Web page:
Date: 9th July 2019 at 2:11pm
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Whilst the Walsall Supporters Trust website is under maintenance we have agreed to publish an interview on their behalf.

The interview with former Fellows Park Policing/Crowd Officer Cyril Adams was conducted by official Walsall Trust historian David Evans…..

For twelve seasons Inspector Cyril Adams was the officer in charge of police and crowd control at Fellows Park on match days – a part of his career that he loved and looked back on with fondness as I caught up with him in Shropshire to chat about his role and memories of Walsall FC in general from his time there. He explained, “I was placed in charge of police affairs for the 1974-5 season which just happened to coincide with two big FA Cup games to take charge of in the shape of Manchester United and Newcastle United. Crowd control and segregation of rival supporters was an important role undertaken by the police”.

It certainly was, bearing in mind at Fellows Park at that time there were no stewards in place. It was all down to the boys in blue. He went into detail regarding police levels at games during his tenure, “For standard league games the usual figure was 35 officers. Of course we did our homework leading up to games and liaised with police forces from visiting clubs and sometimes had to up that figure accordingly. Obviously for the big games it was considerably more. For the Milk Cup game with Liverpool, for example, it was around 150.”

As for exactly which personnel were on duty, Cyril observed, “For the main part, those officers at the games actually volunteered to be there as there were many football fans amongst us. For the Saturday games we would assemble at Green Lane police station for debriefing at 1pm. However it was up to the officers to make their own way to the ground! Most of them would be in the Pleck before 2pm walking slowly past pubs like the Tavern In The Town in Bradford Place which was sometimes interesting!”

Several officers were mentioned in our chat including Terry Groves and  Ken Perry however one officer in particular was singled out for special praise – Julie Dale (as she was then, who later became Julie Skidmore). “She was as good as six men. She was absolutely fearless and soon went in to make arrests when required to do so.” When asked which opposition fans caused trouble he quickly replied, “Those who came up from Plymouth and  from Portsmouth in particular  came up in large numbers and were always boisterous.”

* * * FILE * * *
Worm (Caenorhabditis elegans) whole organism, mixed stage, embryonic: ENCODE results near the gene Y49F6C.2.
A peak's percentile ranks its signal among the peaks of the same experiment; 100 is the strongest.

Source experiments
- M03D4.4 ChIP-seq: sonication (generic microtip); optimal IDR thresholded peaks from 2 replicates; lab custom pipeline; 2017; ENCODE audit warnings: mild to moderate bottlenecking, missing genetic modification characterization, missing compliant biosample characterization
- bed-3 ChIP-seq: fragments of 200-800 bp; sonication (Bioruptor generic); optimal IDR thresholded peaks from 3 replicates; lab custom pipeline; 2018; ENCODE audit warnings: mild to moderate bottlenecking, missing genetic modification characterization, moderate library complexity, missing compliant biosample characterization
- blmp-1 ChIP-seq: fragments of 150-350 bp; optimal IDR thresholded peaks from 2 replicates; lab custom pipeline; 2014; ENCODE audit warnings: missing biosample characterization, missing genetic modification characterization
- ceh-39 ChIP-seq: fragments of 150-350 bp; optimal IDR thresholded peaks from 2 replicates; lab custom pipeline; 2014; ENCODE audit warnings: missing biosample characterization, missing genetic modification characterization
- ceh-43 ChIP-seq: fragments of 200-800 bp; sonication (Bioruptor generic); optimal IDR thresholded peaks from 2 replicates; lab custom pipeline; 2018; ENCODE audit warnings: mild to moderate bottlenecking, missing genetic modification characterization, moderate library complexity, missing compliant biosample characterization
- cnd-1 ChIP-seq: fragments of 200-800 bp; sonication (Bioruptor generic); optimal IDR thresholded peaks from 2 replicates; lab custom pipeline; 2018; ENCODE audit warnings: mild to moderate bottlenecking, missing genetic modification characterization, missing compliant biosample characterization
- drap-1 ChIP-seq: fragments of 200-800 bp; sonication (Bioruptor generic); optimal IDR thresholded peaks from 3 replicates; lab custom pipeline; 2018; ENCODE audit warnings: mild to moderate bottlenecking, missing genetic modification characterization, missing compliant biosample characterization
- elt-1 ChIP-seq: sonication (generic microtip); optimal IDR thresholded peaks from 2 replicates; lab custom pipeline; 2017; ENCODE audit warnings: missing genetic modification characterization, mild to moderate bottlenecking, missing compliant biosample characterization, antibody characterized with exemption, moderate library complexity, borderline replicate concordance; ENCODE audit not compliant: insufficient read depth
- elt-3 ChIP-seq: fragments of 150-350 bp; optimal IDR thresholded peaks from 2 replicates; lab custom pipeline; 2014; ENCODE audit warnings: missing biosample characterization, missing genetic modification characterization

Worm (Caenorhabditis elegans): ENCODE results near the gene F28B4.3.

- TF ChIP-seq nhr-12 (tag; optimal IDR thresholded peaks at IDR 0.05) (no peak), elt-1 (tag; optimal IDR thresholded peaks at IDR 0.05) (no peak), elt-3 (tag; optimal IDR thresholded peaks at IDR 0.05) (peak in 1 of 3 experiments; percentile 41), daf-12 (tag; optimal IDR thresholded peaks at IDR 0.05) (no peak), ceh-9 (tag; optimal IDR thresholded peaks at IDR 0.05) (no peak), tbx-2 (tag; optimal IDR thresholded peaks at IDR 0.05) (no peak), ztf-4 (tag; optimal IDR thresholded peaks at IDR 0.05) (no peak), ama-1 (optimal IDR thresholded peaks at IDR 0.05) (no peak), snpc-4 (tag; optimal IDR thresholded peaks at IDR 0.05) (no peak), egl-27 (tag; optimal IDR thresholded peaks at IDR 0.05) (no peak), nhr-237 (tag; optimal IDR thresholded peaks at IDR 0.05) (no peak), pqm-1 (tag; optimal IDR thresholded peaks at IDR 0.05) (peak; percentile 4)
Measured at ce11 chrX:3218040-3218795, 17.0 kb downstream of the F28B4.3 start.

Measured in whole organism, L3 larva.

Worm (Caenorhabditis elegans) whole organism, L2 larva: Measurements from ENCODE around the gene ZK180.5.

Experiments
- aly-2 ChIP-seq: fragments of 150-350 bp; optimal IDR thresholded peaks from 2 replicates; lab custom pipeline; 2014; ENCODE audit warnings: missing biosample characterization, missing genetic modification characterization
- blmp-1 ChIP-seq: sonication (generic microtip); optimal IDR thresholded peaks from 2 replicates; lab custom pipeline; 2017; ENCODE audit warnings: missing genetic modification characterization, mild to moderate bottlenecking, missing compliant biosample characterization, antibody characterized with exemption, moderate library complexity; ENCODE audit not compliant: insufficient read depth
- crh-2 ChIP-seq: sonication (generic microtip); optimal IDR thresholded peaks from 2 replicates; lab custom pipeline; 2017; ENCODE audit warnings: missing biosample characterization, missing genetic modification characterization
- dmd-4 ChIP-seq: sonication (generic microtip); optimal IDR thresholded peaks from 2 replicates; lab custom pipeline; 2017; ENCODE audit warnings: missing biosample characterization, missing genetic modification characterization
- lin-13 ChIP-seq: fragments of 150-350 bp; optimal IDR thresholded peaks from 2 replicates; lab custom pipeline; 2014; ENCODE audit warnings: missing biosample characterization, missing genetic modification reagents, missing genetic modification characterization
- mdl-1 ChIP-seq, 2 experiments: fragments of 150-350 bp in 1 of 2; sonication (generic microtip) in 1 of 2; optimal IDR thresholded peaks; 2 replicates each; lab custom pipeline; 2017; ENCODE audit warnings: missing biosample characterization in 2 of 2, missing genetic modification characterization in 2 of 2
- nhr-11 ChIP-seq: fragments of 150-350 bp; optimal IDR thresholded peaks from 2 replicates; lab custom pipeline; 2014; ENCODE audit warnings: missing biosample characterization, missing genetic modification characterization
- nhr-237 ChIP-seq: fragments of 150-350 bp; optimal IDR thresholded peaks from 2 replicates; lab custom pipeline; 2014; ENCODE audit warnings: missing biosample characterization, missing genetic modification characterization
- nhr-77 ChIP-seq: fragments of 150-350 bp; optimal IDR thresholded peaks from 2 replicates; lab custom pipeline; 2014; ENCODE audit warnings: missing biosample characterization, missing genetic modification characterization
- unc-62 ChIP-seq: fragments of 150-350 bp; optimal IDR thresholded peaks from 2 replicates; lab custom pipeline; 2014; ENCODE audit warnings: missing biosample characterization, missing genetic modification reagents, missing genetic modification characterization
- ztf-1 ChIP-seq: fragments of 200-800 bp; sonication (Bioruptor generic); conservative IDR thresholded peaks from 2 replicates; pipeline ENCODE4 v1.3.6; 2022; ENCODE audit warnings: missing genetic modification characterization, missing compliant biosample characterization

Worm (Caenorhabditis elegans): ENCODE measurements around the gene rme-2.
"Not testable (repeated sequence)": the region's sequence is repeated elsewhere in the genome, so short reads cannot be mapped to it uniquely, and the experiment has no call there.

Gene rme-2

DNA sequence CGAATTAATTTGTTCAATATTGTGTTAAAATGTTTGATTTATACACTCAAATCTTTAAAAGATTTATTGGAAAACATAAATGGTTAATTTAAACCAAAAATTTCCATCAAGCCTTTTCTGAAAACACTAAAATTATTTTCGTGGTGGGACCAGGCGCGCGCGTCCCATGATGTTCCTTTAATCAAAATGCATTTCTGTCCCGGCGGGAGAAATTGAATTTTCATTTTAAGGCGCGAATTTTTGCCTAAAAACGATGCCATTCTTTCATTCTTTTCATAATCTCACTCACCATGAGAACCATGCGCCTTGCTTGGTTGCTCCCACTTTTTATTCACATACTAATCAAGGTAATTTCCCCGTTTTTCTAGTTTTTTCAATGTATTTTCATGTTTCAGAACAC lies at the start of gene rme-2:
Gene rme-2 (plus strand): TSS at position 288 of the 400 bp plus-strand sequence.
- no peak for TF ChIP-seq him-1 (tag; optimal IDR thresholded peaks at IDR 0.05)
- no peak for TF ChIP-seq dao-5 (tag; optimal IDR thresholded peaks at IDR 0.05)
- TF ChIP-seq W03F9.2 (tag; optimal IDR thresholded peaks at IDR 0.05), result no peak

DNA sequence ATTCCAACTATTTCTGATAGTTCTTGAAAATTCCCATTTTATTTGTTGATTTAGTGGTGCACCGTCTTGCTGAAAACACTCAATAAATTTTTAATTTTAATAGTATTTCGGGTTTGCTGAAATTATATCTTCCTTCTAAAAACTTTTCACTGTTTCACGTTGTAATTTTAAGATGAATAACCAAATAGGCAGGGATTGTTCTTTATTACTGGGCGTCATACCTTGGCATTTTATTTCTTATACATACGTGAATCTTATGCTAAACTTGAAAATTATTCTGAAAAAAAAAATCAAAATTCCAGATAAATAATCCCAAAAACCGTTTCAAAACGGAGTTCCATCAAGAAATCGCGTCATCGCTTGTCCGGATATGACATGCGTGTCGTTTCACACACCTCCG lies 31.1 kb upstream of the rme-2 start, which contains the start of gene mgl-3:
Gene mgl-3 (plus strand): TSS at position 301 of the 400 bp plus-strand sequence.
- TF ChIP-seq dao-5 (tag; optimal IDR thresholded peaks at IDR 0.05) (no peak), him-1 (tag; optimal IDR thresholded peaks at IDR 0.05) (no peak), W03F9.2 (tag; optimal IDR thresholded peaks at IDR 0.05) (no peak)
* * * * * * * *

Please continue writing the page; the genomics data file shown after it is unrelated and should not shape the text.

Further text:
Regarding club officials who impressed him, Cyril stated, “John Westmancoat was a first class secretary who was easy to work with and very co-operative as was owner Ken Wheldon. However he left me speechless one day when I asked him for some more fencing to help with segregation problems. He asked me to sort some out from his scrapyard and he’d get them erected for me!

When asked to elaborate on those previously mentioned cup games in 74-5, he came up with the following, “The Man United game was relatively trouble-free despite over 18,000 being present and the game going to extra time, however it was the Newcastle game that gave me a headache. We were aware that a fair few Geordies had travelled down on the Friday to make a weekend of it and most had been drinking in the pubs and clubs on the Friday evening. Heavy overnight and morning rain resulted in three pitch inspections having to take place by the referee. The managers were not over keen on the game taking place as large areas of the pitch resembled a  lake but I had to use my powers of persuasion on each inspection to convince the referee that as far as I was concerned the game MUST go ahead as I knew that by 1pm there could be as many as 10,000 away fans milling about the area and I certainly didn’t want them facing a late postponement. I could have had a riot on my hands!” He got his way and despite a shock 1-0 Saddlers win again the afternoon was peaceful enough despite half the 20,000 crowd being bitterly disappointed with the outcome.